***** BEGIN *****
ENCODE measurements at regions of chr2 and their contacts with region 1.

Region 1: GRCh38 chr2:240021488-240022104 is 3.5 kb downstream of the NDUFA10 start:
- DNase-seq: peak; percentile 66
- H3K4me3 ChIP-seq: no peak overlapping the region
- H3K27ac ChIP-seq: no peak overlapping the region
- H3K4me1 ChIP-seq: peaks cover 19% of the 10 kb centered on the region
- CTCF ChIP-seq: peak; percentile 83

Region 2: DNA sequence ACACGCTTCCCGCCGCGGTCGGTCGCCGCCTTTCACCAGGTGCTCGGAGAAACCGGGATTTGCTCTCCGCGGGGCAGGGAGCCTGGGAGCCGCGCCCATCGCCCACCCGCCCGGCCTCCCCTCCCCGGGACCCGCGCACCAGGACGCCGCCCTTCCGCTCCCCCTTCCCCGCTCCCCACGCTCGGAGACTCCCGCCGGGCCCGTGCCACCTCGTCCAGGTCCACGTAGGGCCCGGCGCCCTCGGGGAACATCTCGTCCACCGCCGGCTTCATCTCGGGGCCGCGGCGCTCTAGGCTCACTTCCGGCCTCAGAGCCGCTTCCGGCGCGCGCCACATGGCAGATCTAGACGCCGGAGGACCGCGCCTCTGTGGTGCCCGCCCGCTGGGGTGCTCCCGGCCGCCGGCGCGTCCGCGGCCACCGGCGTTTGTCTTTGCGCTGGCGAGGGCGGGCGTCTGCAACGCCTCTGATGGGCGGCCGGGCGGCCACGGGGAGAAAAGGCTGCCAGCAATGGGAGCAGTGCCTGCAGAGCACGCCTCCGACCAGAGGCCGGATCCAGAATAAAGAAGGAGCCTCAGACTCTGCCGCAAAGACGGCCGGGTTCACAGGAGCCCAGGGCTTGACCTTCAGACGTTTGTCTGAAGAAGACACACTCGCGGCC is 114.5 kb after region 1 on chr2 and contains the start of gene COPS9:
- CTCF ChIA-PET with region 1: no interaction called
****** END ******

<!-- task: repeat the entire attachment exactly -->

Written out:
ENCODE measurements at regions of chr2 and their contacts with region 1.

Region 1: GRCh38 chr2:240021488-240022104 is 3.5 kb downstream of the NDUFA10 start:
- DNase-seq: peak; percentile 66
- H3K4me3 ChIP-seq: no peak overlapping the region
- H3K27ac ChIP-seq: no peak overlapping the region
- H3K4me1 ChIP-seq: peaks cover 19% of the 10 kb centered on the region
- CTCF ChIP-seq: peak; percentile 83

Region 2: DNA sequence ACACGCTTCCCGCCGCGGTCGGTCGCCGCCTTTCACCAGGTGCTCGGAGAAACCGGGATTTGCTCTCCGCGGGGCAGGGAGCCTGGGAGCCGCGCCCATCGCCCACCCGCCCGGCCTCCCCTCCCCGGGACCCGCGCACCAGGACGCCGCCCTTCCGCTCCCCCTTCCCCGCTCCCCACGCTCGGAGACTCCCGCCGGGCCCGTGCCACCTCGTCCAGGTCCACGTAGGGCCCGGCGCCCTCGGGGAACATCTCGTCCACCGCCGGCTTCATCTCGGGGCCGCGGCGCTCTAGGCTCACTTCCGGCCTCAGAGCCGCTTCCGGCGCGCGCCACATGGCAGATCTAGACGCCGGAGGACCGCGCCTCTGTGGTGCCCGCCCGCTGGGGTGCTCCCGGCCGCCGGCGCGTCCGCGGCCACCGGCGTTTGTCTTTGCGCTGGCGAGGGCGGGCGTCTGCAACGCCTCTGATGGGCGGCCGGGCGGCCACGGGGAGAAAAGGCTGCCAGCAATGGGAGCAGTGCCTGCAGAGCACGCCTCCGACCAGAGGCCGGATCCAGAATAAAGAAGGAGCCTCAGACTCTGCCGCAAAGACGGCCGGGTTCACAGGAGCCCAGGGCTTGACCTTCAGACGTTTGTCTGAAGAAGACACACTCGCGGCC is 114.5 kb after region 1 on chr2 and contains the start of gene COPS9:
- CTCF ChIA-PET with region 1: no interaction called